Tuesday, February 18, 2014

Baltic-Style Pick-up Inkle Weaving


Each month I'm presenting a new tutorial on a medieval skill from various types of textile-related crafts. The purpose is two-fold. First, it will allow me to locate, study, and try a variety of new techniques I might otherwise overlook, and second, it's an easy way to get information out there about skills that other people might be looking for or find helpful. This month, I present Baltic-Style pick-up Inkle Loom Weaving.

First, I have to advance apologize for how much text leads up to the visuals. Trust me, you'll be better off muddling through the text.

After learning how to inkle weave using the plain weave technique, I ran into a bit of a brick wall. Try as I might, I simply could not locate the informative visual instructions online that I needed to be able to understand both how to set up the loom and work a pickup weave. For some reason, all the tutorials sort of skim over the warping as if it wasn't important. Luckily, for Christmas, I received a great book that really got me pointed in the right direction. I highly recommend The Inkle Weaver's Pattern Directory by Anne Dixon. While she's highly technically oriented, it answers some key questions for the beginner and has a great collection of ideas.

With plain weave inkle weaving, the only technical thing you really need to pay attention to as you weave is whether or not your shed is up or down. Sort of mindless, really, once you get the hang of it. You are, however, limited to few categories of patterns. To achieve more complexity in the pattern as you weave, you have to start manipulating where your warp threads are in relation to the weft. In other words, you stop relying on the regular over/under pattern of plain weaving, and you start to, literally, mess with the order. If you like controlled chaos, you'll love pickup inkle weaving. There are several types of pick-up weaving techniques, and each results in a different type of pattern offering. I find, however, that Baltic-style is an easy technique for achieving the sorts of angled patterns SCA folk tend to gravitate toward.

In Baltic-style pickup weaving, there are two categories of warp threads. Pattern threads are the warp threads that create the pattern in the weave. Background threads (or ground threads) are the threads that fill the weave around the pattern. As you manipulate threads to create a pattern, you're only dealing with pattern threads. Background threads are never shifted out of their regular over/under sequence. The background threads keep the whole inkle weave from falling apart, providing a regularly woven platform for the pattern to be worked on. You can also remind yourself  to leave the background threads alone by remembering that Pattern and Pick-up both start with P.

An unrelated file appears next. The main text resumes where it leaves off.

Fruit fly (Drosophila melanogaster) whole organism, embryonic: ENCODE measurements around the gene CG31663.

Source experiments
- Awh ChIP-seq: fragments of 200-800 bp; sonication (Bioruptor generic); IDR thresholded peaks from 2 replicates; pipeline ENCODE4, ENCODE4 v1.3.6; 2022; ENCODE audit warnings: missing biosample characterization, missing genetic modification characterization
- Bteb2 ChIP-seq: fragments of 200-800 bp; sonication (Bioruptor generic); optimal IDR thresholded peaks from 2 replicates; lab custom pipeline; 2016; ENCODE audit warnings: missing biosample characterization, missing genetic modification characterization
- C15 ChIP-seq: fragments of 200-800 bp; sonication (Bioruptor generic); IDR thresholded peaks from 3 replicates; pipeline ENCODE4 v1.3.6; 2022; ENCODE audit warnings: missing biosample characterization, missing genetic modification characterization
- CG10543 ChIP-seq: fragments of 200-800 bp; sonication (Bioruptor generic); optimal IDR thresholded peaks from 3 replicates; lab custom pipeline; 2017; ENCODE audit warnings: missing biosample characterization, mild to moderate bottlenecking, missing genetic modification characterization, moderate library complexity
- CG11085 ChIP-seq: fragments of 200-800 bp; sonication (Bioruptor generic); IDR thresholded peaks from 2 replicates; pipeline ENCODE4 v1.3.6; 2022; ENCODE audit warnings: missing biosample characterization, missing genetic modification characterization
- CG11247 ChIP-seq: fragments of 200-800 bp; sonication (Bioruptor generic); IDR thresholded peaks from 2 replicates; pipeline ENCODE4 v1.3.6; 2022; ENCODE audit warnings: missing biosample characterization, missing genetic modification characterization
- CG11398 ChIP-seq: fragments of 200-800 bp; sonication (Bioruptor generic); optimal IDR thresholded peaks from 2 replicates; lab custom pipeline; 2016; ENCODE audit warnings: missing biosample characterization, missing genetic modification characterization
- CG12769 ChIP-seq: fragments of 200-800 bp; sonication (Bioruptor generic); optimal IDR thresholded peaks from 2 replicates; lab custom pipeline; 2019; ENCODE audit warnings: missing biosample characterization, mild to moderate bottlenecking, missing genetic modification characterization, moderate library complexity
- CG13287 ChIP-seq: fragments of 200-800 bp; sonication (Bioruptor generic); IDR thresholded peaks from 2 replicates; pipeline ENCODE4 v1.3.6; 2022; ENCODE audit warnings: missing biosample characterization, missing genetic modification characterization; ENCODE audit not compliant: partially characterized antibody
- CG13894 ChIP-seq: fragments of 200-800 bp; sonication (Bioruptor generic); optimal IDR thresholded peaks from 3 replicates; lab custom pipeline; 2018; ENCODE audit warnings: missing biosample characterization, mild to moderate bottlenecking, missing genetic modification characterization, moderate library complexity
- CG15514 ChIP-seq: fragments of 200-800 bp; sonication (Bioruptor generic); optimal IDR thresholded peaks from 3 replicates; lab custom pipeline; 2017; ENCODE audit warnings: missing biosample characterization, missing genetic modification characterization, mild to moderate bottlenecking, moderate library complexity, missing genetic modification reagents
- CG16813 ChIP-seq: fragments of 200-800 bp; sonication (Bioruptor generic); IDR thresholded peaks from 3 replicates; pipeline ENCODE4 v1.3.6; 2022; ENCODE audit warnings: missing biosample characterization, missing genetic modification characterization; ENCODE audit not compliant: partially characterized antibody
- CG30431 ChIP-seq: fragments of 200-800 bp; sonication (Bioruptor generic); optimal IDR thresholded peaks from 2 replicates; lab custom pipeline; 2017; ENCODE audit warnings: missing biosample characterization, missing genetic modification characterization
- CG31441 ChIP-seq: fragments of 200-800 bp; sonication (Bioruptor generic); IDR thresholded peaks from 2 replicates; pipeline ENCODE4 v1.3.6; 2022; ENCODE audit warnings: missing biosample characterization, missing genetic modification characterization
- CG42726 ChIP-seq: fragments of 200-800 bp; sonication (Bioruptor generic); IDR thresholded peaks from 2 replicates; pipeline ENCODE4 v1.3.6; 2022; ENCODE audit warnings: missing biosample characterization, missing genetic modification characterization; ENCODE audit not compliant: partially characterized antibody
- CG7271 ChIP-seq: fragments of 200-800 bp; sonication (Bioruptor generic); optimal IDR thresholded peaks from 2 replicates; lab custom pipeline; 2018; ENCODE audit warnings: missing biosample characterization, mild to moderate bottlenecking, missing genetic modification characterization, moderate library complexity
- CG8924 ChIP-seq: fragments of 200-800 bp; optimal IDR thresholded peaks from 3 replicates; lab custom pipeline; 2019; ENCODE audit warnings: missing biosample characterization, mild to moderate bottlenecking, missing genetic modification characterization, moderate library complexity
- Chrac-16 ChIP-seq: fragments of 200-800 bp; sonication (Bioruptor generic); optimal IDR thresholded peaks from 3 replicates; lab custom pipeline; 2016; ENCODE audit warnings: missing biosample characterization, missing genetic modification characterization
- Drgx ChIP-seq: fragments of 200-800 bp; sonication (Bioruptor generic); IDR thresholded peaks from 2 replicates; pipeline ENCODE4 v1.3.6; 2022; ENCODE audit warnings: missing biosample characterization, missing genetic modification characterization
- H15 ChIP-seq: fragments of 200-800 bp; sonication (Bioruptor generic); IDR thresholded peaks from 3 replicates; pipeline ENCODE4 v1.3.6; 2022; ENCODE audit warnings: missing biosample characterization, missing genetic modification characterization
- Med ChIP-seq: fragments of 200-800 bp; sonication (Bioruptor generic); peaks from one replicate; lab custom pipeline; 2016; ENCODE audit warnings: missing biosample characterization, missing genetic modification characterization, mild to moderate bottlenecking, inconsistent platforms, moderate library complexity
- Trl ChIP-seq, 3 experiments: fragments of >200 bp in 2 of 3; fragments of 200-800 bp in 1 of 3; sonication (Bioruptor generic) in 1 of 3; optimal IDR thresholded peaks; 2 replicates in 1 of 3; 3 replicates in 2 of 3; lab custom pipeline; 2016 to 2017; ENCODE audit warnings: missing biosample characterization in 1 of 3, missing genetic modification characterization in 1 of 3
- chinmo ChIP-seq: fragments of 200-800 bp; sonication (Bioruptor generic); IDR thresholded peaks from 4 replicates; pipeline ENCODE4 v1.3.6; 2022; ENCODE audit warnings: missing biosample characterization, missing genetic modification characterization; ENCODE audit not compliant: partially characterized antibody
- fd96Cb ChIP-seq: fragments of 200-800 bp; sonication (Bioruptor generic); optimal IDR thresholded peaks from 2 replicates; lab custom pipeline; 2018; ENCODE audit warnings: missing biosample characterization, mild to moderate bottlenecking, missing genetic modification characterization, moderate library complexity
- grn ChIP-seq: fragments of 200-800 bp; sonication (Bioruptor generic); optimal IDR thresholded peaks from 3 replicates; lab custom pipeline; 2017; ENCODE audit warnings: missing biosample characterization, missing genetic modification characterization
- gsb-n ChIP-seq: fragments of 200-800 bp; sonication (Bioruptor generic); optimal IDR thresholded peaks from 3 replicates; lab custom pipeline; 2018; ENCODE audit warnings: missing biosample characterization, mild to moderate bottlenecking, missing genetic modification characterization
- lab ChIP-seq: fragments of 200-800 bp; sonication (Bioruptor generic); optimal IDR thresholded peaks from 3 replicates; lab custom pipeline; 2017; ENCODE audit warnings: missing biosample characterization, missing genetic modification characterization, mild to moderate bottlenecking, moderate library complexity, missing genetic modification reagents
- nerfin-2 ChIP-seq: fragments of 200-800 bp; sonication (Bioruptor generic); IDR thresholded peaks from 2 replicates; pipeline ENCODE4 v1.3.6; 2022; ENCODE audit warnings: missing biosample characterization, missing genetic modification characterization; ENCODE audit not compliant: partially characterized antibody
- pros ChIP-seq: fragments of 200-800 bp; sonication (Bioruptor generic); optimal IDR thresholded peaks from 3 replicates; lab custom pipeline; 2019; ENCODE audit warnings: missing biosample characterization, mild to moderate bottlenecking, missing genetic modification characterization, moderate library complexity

I just mentioned that the pattern is worked "on" the inkle weave. That was a deliberate choice of words. Since the ground threads are creating a woven band as you go, your pattern threads work mostly independently. In order for the pattern to not get lost in the regular weave, it needs to (for lack of a better word) overpower the ground. The easiest way to achieve that is to use pattern threads that are thicker than the background threads. Another option is to double (or more) the number of individual strands per pattern thread. For example, I can use a single strand for each ground thread and two strands for each pattern thread. From now on, as I explain warping, when I say "thread", I mean the entire group of strands working together as a single warpped thread. So if you're using a thicker pattern thread, I mean that one thread, and if you're using three threads together to bulk up your pattern threads, I'm talking about those three threads together.